Ban Ki-moon appoints two new special envoys on climate change
United Nations Secretary-General Ban Ki-moon has appointed two new Special Envoys on climate change, an issue he has made one of his top priorities.
Former Botswanan president Festus Mogae and former Macedonian foreign minister Srgjan Kerim, who has just stepped down as president of the UN General Assembly, join two other special envoys for climate change appointed last year: former Chilean president Ricardo Lagos and Norwegian ex-prime minister Gro Harlem Brundtland.
Their role will be to support the Secretary-General in his consultations with heads of state and governments as well as other key stakeholders, in order to facilitate progress in the ongoing multilateral talks on climate change.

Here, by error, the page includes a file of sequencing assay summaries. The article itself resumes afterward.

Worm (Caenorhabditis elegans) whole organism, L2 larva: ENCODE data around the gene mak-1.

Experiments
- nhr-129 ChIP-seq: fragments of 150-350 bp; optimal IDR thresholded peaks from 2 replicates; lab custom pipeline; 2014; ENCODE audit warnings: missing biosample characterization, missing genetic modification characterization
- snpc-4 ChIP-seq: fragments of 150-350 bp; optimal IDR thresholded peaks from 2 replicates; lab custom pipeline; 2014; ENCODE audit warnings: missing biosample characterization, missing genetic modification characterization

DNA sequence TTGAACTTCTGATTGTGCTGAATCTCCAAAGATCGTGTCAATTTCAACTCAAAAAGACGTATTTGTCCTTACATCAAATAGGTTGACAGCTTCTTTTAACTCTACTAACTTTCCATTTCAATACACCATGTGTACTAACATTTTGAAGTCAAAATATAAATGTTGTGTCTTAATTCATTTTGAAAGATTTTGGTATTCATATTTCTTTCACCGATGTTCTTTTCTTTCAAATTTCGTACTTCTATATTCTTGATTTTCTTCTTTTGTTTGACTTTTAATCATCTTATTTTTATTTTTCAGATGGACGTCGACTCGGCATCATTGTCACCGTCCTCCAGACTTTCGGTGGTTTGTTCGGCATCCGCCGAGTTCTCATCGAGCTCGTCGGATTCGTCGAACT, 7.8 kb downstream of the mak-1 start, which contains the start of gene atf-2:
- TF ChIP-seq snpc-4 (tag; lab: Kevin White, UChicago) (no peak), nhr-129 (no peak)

The next round of negotiations of the UN Framework Convention on Climate Change (UNFCCC) takes place in the Polish city of Poznan in December, in the run-up to the key climate change talks in Copenhagen in December 2009.
Mr. Ban says he hopes the envoys will be able to promote positive steps towards reaching an 'ambitious, comprehensive, inclusive and ratifiable' pact to succeed the Kyoto Protocol, whose first commitment period ends in 2012.
Festus Mogae, who was president of Botswana from 1998 until earlier this year, has extensive experience in economics and development planning, having also served as his country's Minister of Finance and Development Planning and in the International Monetary Fund and the World Bank.
As President of the General Assembly's 62nd session, which ended on Monday, Srgjan Kerim chaired three thematic debates on climate change. Mr Kerim also served as the foreign minister of the former Yugoslav Republic of Macedonia.